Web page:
It is crucial to understand that the most of the damage caused by brain injury does not occur upon initial impact to the head, but rather as a consequence of secondary brain injury.

In Search of Biomarkers for TBI

Medicortex is working towards the identification of brain injury biomarkers and their incorporation into a quick diagnostic kit and accurate detection that can be used by all healthcare professionals with ease. The ideal kit will not only diagnose the presence of brain injury, it will also quantify in the future its severity and indicate the precise treatment needed. In addition, the kit could become a key component of efficacy testing in all future clinical trials in TBI, and it will be used by the first responders.

The lack of a truly effective diagnostic test for brain injury is a major unmet need in modern medicine. The main problem is that, while there are often tell-tale symptoms, many TBI victims do not present any brain injury symptoms, and consequently receive treatment either too late or not at all. In addition, repeated mild TBI can lead to a condition called Chronic Traumatic Encephalopathy (CTE). Victims of CTE, who have lately been in the news due to their involvement in high profile athletics, still have no way of detecting or tracking their condition. Therefore, it is critical that a core group of TBI biomarkers be identified.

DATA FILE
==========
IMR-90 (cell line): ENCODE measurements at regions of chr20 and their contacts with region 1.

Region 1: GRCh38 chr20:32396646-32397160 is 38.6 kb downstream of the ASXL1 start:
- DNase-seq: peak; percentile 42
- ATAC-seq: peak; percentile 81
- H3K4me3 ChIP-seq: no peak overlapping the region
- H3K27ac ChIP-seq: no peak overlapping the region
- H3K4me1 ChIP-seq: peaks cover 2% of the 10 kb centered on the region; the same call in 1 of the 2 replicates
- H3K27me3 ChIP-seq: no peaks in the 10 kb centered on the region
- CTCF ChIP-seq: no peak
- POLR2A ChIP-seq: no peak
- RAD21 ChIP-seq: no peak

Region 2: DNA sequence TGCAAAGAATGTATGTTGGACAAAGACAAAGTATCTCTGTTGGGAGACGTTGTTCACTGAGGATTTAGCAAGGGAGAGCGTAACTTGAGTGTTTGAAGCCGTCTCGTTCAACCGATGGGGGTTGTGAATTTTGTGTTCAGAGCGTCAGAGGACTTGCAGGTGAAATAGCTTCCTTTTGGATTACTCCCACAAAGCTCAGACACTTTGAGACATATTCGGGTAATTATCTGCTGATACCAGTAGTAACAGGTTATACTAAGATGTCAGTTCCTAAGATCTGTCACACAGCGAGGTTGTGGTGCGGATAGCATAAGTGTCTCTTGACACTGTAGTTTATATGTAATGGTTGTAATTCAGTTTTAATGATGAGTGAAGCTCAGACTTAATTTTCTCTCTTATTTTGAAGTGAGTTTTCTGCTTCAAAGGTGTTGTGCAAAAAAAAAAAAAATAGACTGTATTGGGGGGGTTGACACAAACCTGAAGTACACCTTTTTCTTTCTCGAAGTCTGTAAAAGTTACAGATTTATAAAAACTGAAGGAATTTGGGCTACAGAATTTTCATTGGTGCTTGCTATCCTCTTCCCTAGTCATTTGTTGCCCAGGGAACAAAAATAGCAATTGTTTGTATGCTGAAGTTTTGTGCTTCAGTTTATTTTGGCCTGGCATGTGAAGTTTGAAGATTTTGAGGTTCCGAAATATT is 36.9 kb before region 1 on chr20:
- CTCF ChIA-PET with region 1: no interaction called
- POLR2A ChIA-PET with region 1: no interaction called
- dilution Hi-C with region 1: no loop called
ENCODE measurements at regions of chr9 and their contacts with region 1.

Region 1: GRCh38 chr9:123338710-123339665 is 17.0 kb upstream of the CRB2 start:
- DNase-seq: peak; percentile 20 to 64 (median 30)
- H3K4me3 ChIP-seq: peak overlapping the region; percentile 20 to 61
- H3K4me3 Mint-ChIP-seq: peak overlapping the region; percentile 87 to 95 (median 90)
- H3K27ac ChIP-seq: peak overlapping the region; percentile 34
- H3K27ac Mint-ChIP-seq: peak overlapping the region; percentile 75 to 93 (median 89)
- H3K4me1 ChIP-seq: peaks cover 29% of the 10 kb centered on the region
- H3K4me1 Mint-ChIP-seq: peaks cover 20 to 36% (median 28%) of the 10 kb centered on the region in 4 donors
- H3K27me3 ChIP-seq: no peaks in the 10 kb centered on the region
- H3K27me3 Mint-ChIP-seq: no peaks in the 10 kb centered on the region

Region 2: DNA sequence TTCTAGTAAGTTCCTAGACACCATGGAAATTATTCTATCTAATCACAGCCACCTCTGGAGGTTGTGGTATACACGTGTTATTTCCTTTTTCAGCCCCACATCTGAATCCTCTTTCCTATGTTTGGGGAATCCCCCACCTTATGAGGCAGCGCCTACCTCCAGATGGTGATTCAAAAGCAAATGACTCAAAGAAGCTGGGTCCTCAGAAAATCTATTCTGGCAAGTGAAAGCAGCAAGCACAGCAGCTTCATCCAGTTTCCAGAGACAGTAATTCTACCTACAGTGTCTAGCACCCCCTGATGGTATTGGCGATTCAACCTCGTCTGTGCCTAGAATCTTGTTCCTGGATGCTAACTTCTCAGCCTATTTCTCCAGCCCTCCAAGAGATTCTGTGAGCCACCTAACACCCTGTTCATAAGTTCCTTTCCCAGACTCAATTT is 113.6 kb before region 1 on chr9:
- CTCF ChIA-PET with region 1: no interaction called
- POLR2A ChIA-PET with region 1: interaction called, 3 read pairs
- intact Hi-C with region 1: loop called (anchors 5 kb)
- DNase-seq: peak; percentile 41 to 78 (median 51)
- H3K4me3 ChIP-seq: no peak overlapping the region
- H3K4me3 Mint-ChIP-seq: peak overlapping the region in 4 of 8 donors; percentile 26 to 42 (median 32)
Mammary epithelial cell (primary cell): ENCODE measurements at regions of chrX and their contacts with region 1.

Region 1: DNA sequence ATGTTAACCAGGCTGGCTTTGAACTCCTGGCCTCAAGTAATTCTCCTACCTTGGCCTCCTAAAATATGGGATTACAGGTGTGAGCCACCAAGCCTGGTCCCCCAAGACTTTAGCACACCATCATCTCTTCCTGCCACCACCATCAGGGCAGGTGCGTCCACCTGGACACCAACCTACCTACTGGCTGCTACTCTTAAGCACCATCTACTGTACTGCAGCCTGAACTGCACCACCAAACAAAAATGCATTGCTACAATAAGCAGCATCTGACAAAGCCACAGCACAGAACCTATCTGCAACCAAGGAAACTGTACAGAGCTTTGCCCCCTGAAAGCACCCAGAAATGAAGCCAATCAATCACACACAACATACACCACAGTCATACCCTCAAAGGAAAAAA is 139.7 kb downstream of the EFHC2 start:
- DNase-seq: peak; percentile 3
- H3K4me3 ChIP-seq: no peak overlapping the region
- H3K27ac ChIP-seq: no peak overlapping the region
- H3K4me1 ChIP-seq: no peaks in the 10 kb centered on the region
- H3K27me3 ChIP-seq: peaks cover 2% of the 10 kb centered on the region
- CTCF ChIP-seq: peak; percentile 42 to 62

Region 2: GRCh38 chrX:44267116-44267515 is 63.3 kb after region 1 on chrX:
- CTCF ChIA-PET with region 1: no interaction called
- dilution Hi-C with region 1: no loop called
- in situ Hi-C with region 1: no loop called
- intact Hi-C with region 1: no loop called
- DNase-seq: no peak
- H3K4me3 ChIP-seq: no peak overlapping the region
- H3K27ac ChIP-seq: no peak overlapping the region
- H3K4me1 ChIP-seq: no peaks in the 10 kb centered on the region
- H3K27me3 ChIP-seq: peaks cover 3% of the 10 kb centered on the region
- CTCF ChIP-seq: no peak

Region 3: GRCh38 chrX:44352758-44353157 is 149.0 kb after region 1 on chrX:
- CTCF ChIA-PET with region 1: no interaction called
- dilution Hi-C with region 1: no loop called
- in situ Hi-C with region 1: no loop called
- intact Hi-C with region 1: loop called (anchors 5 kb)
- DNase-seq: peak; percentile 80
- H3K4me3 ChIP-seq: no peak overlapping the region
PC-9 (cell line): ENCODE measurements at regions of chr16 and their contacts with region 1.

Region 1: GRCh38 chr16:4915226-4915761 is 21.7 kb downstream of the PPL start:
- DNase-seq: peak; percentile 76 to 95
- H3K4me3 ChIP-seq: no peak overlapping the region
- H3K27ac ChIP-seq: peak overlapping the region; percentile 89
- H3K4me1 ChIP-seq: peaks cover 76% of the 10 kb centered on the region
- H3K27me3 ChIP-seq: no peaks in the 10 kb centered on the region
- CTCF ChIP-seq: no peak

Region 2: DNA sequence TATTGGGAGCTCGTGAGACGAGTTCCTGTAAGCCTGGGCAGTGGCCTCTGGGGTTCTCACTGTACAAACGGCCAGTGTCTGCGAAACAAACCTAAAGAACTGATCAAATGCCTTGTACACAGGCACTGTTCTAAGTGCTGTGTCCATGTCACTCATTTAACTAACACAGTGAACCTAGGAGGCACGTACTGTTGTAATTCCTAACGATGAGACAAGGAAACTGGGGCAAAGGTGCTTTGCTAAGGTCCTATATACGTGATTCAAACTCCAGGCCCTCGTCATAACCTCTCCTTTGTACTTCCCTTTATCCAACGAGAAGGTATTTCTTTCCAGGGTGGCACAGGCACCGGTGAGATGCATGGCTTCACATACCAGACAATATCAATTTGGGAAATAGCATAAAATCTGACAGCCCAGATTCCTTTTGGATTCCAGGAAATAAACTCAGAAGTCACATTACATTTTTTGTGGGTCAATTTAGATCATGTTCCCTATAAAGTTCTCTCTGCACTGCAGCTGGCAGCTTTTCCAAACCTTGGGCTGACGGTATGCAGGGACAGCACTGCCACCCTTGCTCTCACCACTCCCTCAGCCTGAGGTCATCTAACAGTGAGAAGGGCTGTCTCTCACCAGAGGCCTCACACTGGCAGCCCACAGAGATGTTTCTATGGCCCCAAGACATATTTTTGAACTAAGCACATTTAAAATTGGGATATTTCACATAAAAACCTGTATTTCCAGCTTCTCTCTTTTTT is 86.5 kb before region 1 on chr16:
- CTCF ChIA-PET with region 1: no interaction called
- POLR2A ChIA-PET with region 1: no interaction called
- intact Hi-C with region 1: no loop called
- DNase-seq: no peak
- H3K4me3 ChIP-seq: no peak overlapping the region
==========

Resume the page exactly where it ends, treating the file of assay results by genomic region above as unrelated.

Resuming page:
Medicortex intends to look for a new biomarker never looked at before (not a protein/cytokine), looking for it in one or more of the body fluids that were less investigated for this purpose. The idea is to make a relatively easy test to be used, for example, in emergency response situations like car accidents, sport injuries and combat situations. It can also help in cases were the injured person cannot describe the injury such as babies and people in coma.  

Medicortex is targeting glycoproteins and cellular proteins/enzymes, which are exposed to each other due to cells being damaged. We are looking for proteolytic breakdown products. This product can either increase or decrease following the injury, but must be in correlation with the severity of the injury.

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